10. Profile of mortality from external causes among Seventh-day Adventists and the general populations.

    Science.gov (United States)

    Velten, Ana Paula Costa; Cade, Nágela Valadão; Silva, Gulnar Azevedo E; Oliveira, Elizabete Regina Araújo de

    2017-07-01

    This paper aimed to compare the profile of mortality from external causes among Seventh-day Adventists and the general population of Espírito Santo from 2003 to 2009. A search of Adventists was performed in the nominal database of the Mortality Information System containing data on Adventists provided by the administrative offices of the institution. Deaths from external causes occurred during the study period were then divided into two groups: Adventists and the general population. Adventists had lower proportional mortality from external causes (10%) than the general population (19%), and males were the main reason for this difference. In both groups, deaths prevailed in the 20-29 years age group. Deaths from accidental causes were most significant among Adventists (68.08%), while deaths from intentional causes related to assault and self-inflicted injuries were more significant in the general population (53.67% of all deaths). The standardized mortality ratio for external causes was 41.3, thus, being Adventist reduced mortality by 58.7%. It is believed that the benefit of Adventists observed for mortality from external causes is related to this group's abstinence from alcohol consumption.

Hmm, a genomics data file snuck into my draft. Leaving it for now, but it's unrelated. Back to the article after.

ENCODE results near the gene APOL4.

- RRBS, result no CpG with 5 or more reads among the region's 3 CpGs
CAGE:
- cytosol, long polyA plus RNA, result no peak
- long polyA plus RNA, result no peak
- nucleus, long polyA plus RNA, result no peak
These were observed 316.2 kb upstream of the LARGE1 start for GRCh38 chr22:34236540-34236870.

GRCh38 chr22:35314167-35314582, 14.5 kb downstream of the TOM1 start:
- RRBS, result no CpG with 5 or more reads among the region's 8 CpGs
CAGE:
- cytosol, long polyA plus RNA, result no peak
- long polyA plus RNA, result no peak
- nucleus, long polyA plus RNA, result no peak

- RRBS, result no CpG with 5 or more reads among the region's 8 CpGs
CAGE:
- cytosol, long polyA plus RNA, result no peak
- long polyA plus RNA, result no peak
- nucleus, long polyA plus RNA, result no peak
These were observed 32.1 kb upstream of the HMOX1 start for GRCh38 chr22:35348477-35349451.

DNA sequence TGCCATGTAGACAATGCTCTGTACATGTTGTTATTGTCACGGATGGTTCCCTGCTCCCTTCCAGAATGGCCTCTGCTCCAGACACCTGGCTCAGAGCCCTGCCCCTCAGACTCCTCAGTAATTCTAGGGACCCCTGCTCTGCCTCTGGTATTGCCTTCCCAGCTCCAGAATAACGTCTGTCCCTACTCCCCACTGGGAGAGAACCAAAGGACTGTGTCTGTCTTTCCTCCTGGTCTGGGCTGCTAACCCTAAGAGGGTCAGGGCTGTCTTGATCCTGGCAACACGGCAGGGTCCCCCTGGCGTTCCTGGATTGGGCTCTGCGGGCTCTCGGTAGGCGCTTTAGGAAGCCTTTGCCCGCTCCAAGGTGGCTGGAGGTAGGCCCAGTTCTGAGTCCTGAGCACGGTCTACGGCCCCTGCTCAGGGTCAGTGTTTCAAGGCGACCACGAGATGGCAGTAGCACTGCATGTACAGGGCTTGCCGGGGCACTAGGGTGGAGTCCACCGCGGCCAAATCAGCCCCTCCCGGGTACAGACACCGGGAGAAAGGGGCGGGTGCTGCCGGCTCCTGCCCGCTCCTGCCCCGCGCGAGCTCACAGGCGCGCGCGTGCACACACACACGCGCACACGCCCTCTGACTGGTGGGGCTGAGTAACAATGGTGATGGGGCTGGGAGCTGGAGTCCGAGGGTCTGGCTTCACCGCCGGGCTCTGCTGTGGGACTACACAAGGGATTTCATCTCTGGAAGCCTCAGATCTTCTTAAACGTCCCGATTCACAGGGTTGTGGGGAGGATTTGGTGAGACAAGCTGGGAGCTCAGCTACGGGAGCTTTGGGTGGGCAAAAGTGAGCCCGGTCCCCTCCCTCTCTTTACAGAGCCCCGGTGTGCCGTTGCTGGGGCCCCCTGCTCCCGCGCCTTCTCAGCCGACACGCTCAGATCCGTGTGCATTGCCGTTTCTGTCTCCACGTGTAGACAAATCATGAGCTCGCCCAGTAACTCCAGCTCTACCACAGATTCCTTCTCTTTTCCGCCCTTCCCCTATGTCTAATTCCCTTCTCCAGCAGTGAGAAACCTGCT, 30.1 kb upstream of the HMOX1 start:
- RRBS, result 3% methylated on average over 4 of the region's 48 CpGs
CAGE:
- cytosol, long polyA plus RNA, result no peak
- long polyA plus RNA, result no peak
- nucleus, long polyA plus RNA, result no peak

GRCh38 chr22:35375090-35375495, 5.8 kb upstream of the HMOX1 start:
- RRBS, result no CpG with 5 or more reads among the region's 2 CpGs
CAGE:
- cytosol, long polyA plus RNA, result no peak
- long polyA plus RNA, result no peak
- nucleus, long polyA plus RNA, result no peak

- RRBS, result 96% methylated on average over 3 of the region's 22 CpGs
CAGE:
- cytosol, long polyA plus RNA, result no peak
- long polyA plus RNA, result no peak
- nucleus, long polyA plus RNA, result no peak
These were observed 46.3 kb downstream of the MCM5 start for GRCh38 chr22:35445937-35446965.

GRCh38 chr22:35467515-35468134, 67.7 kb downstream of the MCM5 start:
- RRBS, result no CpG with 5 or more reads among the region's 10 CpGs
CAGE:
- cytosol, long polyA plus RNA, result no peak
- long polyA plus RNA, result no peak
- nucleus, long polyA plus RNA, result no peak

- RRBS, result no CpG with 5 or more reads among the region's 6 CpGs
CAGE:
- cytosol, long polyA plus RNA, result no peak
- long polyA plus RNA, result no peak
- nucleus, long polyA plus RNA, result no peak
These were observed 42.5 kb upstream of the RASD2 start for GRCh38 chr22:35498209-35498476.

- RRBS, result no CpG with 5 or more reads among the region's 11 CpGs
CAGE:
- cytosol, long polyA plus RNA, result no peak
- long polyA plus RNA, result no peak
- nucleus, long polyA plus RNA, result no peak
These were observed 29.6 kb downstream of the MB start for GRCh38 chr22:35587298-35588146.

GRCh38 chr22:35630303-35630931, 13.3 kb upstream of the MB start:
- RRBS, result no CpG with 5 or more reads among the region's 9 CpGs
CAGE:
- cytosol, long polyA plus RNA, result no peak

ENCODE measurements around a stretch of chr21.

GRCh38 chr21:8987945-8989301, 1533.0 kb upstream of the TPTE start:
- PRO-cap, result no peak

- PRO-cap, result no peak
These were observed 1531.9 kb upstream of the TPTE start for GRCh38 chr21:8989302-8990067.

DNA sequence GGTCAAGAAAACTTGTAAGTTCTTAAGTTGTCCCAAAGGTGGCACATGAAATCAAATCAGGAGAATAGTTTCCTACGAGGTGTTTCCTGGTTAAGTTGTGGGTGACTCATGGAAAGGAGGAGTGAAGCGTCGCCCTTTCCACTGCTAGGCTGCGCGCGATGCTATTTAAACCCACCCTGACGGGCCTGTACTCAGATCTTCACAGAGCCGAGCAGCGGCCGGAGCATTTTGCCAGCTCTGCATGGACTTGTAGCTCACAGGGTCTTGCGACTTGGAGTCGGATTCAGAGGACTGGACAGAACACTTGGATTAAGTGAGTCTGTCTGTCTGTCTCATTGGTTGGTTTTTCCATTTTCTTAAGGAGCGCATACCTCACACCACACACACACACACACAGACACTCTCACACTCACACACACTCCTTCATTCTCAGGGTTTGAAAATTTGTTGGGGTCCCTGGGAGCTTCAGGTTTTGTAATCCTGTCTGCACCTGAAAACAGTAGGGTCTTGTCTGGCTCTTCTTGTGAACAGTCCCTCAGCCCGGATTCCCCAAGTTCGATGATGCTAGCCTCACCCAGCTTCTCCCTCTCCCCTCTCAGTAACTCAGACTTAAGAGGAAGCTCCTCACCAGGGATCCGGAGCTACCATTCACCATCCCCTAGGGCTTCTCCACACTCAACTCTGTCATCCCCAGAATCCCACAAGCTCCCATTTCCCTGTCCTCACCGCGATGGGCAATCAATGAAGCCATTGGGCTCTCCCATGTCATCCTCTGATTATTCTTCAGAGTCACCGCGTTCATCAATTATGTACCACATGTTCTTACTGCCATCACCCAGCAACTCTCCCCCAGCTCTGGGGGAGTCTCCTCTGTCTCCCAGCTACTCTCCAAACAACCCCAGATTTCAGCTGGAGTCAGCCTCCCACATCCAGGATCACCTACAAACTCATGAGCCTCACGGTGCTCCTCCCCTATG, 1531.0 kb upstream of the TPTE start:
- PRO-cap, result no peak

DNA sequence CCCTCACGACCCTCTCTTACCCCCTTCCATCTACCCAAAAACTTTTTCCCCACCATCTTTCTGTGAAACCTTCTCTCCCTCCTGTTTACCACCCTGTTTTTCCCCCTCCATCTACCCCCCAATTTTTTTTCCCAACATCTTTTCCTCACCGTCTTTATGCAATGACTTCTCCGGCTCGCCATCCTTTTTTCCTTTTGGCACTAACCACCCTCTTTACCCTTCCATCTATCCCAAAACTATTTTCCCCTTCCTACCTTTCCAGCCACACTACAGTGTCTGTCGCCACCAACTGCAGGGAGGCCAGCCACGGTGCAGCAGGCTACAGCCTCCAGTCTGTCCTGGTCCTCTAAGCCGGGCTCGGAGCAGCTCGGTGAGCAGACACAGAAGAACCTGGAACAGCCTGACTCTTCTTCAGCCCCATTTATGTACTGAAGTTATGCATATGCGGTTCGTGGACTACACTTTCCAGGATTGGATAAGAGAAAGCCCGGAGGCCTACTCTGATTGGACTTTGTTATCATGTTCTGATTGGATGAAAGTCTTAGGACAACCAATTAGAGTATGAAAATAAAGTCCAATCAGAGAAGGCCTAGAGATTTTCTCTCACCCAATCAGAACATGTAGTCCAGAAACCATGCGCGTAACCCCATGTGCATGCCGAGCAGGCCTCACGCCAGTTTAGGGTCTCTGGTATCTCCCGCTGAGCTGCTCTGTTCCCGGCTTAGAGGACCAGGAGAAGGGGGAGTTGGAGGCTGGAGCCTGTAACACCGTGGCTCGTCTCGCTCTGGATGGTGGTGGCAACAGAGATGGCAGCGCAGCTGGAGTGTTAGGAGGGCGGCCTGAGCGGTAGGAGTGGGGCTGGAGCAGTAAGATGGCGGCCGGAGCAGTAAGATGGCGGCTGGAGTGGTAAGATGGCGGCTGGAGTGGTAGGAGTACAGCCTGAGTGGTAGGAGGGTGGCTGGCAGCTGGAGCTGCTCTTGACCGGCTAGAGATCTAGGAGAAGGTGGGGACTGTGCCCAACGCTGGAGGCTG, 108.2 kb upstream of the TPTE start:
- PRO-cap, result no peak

11. Identifying causes for population decline of the brown hare in agricultural landscapes in Denmark

    DEFF Research Database (Denmark)

    Jensen, Trine-Lee Wincentz

    In recent decades the brown hare (Lepus europaeus) population in Denmark has undergone a substantial decline, but proximate causes are unknown and little is known about actual densities. In this thesis, hare populations are investigated with respect to age composition and reproductive parameters...... proportions in game bags have dropped significantly since the 1950ies. Simple matrix population models with variable juvenile recruitment predict the similar population growth rates as actually observed in the annual bag records. The model substantiates the supposition that declines in the Danish hare...